Schizophrenia

  • Category: Biographies
  • Words: 925
  • Grade: 100
Over the last few years I have heard many people talking about Schizophrenia. Only, they are confused about what it really is. I get offended very easily when I hear people use the word "crazy", or talk about insanity in a rude way. I also get upset when they make an attempt to discuss it with me, because they do not understand. The thing that upsets me the most is that people often associate schizophrenia with multiple personality disorder. That is 100% not true. Although they do have voices in their head, they are not separate personalities created by them.



        The project assigned was to pick a topic of interest that somehow dealt with the field of psychology. This of course, as I discussed before, was more than an easy choice for me. And even though it is easy for me to choose it, it is not easy for me to speak about. I get very emotional when I am merely thinking about it.

        I am writing this paper to clear up any misunderstandings about this disease. I want everyone to know what it is truly about. Because of the wide spread misunderstanding of this disease, I feel that it is not getting the true attention it deserves. People do not understand how frustrating, disappointing, and seemingly hopeless this illness can become.

                During my research I found out that many more people have Schizophrenia than most would like to admit. In fact, one percent of our entire population suffers from this disease. That is over 2 million people. The only good news is that this disease has a low rate of genetic inheritance. If one of your parents has this disease you would only have a 10 percent chance of getting it yourself. And only a one percent chance if you have no known sufferers in your family.

        Schizophrenia is a disease that takes over your brain. It distorts your reality and turns life into a confusing daily journey. The newest theory is that children are born with it. During their childhood and early teen years schizophrenics go through a latency stage where the disease is not apparent. The first occurrence of this disease may transpire in their late teens or early twenties. This may be as simple as any shocking change in behavior. Schizophrenia emerges at different times in men and women. It can become

visible as early as 17 in males, while it appears in their late twenties and early thirties for females.

        The classic symptoms include delusions, hallucinations, false reality experiences, social isolation, unusual speech or behavior, and disorganization of thoughts of speech. They may become preoccupied with their fictitious world. The hallucinations deal with your taste, smell, sight, sound, and visual senses. During these hallucinations they hare voices in their head. These voices may be telling them to perform certain activities, talk to the person they are hearing, or even may be warning them of a future dangerous situation. There can be seven different voices all talking at once, thus causing the patient to become confused.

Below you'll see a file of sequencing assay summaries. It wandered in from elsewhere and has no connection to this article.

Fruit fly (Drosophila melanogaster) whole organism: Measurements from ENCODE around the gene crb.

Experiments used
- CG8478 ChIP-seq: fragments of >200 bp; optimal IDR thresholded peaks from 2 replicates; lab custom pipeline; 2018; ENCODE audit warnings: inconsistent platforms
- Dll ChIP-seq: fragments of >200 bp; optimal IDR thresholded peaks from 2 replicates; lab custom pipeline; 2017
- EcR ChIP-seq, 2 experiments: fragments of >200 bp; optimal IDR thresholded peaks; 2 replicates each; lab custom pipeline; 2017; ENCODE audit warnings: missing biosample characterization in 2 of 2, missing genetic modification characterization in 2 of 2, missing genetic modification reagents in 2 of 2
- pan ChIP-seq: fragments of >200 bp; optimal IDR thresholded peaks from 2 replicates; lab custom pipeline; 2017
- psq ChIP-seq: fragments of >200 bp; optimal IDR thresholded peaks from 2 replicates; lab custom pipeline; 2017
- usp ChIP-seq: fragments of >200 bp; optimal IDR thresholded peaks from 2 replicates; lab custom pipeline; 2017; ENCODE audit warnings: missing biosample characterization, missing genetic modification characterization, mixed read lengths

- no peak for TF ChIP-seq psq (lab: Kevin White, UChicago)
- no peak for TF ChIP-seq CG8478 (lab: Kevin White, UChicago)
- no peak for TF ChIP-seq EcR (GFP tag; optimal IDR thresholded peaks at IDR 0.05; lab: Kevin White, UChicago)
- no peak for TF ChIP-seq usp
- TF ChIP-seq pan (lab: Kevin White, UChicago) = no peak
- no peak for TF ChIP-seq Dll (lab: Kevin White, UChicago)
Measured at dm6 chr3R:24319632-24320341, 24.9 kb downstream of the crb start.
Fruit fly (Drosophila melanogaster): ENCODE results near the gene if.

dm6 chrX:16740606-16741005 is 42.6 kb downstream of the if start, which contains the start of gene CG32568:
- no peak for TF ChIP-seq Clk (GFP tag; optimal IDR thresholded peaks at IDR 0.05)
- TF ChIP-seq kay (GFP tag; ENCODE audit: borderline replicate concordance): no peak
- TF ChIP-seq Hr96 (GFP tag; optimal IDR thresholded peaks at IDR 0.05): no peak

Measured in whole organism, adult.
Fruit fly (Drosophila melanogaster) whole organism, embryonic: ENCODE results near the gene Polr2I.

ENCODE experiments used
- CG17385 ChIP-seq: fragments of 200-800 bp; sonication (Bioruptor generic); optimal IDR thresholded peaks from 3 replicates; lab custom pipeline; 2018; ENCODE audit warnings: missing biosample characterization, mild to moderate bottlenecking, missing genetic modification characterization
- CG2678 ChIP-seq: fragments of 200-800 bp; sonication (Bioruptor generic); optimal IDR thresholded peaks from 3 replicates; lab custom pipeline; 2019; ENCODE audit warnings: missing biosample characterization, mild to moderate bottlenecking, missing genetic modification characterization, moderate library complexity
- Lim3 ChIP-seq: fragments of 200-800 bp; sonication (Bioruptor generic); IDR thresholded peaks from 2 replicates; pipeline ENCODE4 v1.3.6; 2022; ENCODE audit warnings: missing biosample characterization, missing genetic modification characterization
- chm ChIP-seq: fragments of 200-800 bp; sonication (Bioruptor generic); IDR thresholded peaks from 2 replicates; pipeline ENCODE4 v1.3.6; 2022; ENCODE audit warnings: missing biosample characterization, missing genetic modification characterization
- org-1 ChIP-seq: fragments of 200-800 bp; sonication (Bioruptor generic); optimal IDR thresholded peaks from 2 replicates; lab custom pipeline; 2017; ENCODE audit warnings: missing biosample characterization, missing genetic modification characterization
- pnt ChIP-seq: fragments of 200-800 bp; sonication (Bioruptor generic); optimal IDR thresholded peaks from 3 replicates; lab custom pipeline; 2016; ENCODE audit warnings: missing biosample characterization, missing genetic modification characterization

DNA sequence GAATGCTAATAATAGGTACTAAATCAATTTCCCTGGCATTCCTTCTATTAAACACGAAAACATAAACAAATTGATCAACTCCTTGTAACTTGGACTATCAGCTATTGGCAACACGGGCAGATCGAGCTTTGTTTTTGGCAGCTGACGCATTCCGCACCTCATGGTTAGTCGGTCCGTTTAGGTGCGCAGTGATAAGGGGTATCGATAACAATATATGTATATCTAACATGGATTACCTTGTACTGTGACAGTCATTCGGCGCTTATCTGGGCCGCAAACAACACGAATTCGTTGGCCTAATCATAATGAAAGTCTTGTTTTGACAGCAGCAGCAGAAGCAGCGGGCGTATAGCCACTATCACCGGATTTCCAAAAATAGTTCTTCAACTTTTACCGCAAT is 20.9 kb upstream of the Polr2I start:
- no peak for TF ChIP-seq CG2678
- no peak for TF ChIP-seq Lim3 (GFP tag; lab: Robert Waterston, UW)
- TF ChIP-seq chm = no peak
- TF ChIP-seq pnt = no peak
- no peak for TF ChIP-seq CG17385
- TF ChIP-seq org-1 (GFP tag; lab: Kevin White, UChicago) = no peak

Because people with Schizophrenia cannot grasp the cause of what is affecting them, they do not believe they are sick. This causes problems with doctors who are trying to give them treatment. Because the patient is oblivious to the disease, they are unwilling to so much as accept treatment. Surprisingly there is not a sure fire way of curing schizophrenia at the moment, but doctors are working hard to find one.

        According to the American Psychological Association Monitor, there have been great advances in medicine for schizophrenia. Doctors believe

that ten to twenty percent of those with schizophrenia can recover. Other studies have shown a percentage recovery rate of 68 percent. These numbers are based on a program best known as Psychosocial Rehabilitation. This program is practiced in over 4,000 centers across the country.

        According to Ruth Hughes, PhD, only one in ten of the people who need psychosocial care for schizophrenia is getting it. However, the National Institutes of Health states that nearly a quarter of all mental illness costs combined are connected to schizophrenia. The Institute also reports that the total costs of Schizophrenia treatment reaches 30 billion to 65 billion dollars each year! It makes you wonder where all that money is going!

        After all of my work I am more upset than ever about the way schizophrenia is viewed, and the way people with it are treated. Around 2.5 million Americans suffer from this disease, yet none of them are getting the treatment they so desperately need. I hope this paper has cleared up a few questions about schizophrenia. I only with there was a way to get the word out to more people.



Works Cited



McGuire, Patrick A. "New Hope for People With Schizophrenia." American

Psychological Association Monitor February 1998. 24-28.

Vonnegut, Mark. The Eden Express New York: Praeger Inc. 1975

Laing, R.D. The Self Divided Tavistock publications. 1959

Sechehaye, Marguerite Autobiography of Schizophrenia Girl Grune &

Stratton, Inc. 1968
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